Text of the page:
A fractured jaw, also known as a mandibular fracture, is the breaking or cracking of the jawbone. This injury is typically the result of facial trauma, such as a fall, automobile accident, or punch to the jaw.
Pain, swelling, trouble opening the mouth, and misalignment of the jaw are symptoms you can expect from a broken jaw. If you suspect that you have a fractured jaw, you must seek medical assistance immediately. A medical expert can identify the injury and administer the proper treatment.
There are several types of jaw fractures. The treatment options vary with the type and severity of the fracture. Among the common jaw fractures are simple fractures, where the bone shows a crack but is not displaced.
A compound fracture is where the bone breaks and sticks through the skin. Another type is a subcondylar fracture at the lower part of the jaw, near its hinge. The type of fracture will determine the course of treatment and recovery.
In some instances, a broken jaw can be treated without surgery. Using a jaw splint or wire to keep the jaw in place is a nonsurgical therapy option. Physical therapy is another option for enhancing jaw function and range of motion. The physician may prescribe painkillers and antibiotics to manage discomfort and prevent infection. For minor fractures, nonsurgical therapy is generally the best option.
In severe circumstances, surgery may be required to fix a fractured jaw. Surgical options include the insertion of plates and screws, as well as wires or a halo, to immobilize the jaw while it heals. In complex cases, a bone graft may be necessary to reconstruct the jaw.
The treatment choice will depend on the type and severity of the fracture. It may also depend on the patient's overall health and medical history. Other factors affecting treatment choice include the patient's age, overall health, and the time since the injury occurred. For example, surgery may not be ideal for older patients or patients with underlying health conditions. Nonsurgical treatment options may be more appropriate.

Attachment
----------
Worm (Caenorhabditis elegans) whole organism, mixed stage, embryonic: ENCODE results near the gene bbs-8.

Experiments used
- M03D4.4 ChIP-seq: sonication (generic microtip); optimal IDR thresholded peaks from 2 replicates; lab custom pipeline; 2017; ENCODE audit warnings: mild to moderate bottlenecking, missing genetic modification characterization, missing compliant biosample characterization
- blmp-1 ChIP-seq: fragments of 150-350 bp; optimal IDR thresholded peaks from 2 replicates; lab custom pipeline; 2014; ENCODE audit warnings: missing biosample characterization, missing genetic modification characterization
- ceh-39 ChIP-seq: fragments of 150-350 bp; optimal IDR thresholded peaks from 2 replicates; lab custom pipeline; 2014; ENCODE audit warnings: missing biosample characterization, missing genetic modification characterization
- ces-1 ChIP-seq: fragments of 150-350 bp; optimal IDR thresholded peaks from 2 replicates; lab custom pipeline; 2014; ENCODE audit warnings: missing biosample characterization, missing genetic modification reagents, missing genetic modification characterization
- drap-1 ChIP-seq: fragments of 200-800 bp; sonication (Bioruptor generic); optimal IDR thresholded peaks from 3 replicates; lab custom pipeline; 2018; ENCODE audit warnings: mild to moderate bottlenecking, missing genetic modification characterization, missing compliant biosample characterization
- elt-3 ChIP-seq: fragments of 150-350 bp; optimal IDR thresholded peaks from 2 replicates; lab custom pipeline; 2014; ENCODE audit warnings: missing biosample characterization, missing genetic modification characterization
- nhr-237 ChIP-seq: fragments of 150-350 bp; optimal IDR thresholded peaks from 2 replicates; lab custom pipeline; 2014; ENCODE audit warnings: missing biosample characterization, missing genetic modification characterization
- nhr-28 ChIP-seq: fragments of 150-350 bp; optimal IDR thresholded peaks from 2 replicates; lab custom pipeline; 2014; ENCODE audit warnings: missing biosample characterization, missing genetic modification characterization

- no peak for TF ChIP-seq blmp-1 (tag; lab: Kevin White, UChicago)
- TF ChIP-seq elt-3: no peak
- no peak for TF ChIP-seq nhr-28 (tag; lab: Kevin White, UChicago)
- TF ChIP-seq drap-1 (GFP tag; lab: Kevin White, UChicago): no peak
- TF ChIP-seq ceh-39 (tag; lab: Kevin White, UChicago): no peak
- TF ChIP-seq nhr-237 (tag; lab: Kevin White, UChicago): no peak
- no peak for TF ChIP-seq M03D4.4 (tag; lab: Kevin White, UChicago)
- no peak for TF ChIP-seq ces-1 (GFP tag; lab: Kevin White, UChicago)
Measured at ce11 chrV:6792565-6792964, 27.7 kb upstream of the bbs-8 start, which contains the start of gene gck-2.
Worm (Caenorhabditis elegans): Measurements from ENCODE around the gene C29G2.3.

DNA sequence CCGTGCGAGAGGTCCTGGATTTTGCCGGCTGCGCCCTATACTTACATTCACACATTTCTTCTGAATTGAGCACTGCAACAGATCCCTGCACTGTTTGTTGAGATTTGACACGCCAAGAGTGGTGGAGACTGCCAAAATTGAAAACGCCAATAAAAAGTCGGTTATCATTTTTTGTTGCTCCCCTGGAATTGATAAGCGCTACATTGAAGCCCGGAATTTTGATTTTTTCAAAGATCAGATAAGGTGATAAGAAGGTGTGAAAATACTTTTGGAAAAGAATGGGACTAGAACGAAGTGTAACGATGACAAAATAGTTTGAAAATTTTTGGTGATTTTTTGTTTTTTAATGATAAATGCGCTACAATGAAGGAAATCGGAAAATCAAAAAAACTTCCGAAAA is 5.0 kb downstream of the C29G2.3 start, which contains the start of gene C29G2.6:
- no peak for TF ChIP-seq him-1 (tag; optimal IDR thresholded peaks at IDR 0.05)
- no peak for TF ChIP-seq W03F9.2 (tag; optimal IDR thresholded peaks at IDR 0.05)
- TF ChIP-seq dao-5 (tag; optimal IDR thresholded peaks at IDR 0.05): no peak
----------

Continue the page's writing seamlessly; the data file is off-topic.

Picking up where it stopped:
Recovery time and rehabilitation will vary with the type and severity of the fracture and the treatment chosen. Generally, a broken jaw takes six to eight weeks to heal. Physical therapy can help improve jaw function and range of motion, as well as help prevent stiffness and muscle weakness. Depending on the fracture type and treatment, patients may need to switch to a soft diet and avoid certain foods until the jaw fully heals.
A broken jaw is a severe injury that requires prompt medical attention. In most cases, doctors can treat a fractured jaw without surgery. In more severe cases, surgery may be necessary. It is crucial for patients to follow the treatment plan provided by their healthcare provider and to attend physical therapy to aid in the recovery process.
For more oral care tips, call Oral Surgical Associates at our Missoula or Hamilton, Montana office. Call (406) 282-8768 to schedule an appointment.